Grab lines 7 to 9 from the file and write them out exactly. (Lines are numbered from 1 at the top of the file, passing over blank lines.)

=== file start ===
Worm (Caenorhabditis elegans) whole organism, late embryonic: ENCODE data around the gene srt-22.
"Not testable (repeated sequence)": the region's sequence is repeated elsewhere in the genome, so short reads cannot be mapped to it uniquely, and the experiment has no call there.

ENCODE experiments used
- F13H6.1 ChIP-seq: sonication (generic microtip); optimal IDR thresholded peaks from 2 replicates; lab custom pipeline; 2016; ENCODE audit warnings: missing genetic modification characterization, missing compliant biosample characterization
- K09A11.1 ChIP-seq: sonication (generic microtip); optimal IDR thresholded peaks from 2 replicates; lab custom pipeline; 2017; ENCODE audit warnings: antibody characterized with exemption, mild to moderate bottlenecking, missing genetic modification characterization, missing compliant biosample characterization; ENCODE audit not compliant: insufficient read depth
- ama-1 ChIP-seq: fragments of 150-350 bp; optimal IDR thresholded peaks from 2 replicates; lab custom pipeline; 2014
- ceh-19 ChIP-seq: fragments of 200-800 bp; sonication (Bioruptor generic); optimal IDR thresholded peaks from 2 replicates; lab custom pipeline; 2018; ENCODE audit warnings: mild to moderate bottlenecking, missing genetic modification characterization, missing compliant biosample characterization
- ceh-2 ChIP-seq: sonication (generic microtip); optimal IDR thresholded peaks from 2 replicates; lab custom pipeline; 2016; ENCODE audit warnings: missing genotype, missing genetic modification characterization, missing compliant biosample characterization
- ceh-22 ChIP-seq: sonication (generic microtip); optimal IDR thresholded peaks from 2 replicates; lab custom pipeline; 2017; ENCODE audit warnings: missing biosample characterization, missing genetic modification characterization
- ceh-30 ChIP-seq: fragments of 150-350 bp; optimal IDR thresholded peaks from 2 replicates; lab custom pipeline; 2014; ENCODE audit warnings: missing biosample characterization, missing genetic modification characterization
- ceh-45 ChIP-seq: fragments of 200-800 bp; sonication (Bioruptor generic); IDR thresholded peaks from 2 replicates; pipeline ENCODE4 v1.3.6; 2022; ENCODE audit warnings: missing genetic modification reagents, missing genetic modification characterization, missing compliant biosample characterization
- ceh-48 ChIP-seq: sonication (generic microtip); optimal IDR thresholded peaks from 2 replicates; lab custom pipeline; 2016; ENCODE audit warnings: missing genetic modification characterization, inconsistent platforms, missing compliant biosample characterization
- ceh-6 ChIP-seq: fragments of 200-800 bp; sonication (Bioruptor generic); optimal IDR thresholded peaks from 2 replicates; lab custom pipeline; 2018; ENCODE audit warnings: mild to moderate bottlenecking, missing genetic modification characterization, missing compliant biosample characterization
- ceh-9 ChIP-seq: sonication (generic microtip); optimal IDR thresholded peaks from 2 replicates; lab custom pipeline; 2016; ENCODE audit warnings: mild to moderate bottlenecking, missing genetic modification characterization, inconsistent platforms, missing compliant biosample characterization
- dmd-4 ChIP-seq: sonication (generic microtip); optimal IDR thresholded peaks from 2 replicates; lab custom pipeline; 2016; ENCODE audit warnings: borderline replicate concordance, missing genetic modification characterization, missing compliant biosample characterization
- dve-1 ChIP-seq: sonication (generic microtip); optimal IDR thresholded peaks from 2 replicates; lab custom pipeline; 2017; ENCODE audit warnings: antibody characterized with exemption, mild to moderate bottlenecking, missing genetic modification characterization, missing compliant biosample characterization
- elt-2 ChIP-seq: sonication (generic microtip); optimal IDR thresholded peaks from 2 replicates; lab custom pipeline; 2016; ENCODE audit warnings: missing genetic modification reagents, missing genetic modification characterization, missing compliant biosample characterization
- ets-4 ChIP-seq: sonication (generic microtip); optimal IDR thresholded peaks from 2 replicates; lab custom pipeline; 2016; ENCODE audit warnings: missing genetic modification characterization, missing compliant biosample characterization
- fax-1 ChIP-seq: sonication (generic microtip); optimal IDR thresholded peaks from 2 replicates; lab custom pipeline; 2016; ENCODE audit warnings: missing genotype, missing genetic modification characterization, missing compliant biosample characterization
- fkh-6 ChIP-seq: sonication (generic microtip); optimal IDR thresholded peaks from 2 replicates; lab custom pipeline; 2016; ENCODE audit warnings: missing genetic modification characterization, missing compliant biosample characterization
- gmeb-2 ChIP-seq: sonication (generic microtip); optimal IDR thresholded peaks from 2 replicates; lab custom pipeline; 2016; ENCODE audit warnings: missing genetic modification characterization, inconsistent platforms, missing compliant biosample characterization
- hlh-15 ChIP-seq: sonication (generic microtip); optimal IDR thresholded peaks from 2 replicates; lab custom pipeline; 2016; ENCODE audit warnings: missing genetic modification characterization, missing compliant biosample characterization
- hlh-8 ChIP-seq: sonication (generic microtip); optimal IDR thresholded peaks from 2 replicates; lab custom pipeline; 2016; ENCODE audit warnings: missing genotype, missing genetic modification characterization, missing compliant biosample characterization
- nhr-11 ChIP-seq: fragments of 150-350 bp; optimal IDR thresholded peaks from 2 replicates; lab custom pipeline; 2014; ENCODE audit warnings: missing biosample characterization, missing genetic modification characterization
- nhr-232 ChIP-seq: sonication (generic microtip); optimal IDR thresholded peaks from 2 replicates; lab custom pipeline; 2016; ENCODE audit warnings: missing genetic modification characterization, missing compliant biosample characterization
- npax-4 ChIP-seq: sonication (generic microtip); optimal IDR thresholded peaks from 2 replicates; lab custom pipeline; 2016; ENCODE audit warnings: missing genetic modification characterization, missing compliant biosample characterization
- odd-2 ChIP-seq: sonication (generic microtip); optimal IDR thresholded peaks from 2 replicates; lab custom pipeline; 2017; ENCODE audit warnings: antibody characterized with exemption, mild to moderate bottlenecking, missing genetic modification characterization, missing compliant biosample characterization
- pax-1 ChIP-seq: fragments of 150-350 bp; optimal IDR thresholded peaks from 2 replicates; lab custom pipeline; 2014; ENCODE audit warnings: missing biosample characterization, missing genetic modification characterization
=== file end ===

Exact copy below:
- ceh-19 ChIP-seq: fragments of 200-800 bp; sonication (Bioruptor generic); optimal IDR thresholded peaks from 2 replicates; lab custom pipeline; 2018; ENCODE audit warnings: mild to moderate bottlenecking, missing genetic modification characterization, missing compliant biosample characterization
- ceh-2 ChIP-seq: sonication (generic microtip); optimal IDR thresholded peaks from 2 replicates; lab custom pipeline; 2016; ENCODE audit warnings: missing genotype, missing genetic modification characterization, missing compliant biosample characterization
- ceh-22 ChIP-seq: sonication (generic microtip); optimal IDR thresholded peaks from 2 replicates; lab custom pipeline; 2017; ENCODE audit warnings: missing biosample characterization, missing genetic modification characterization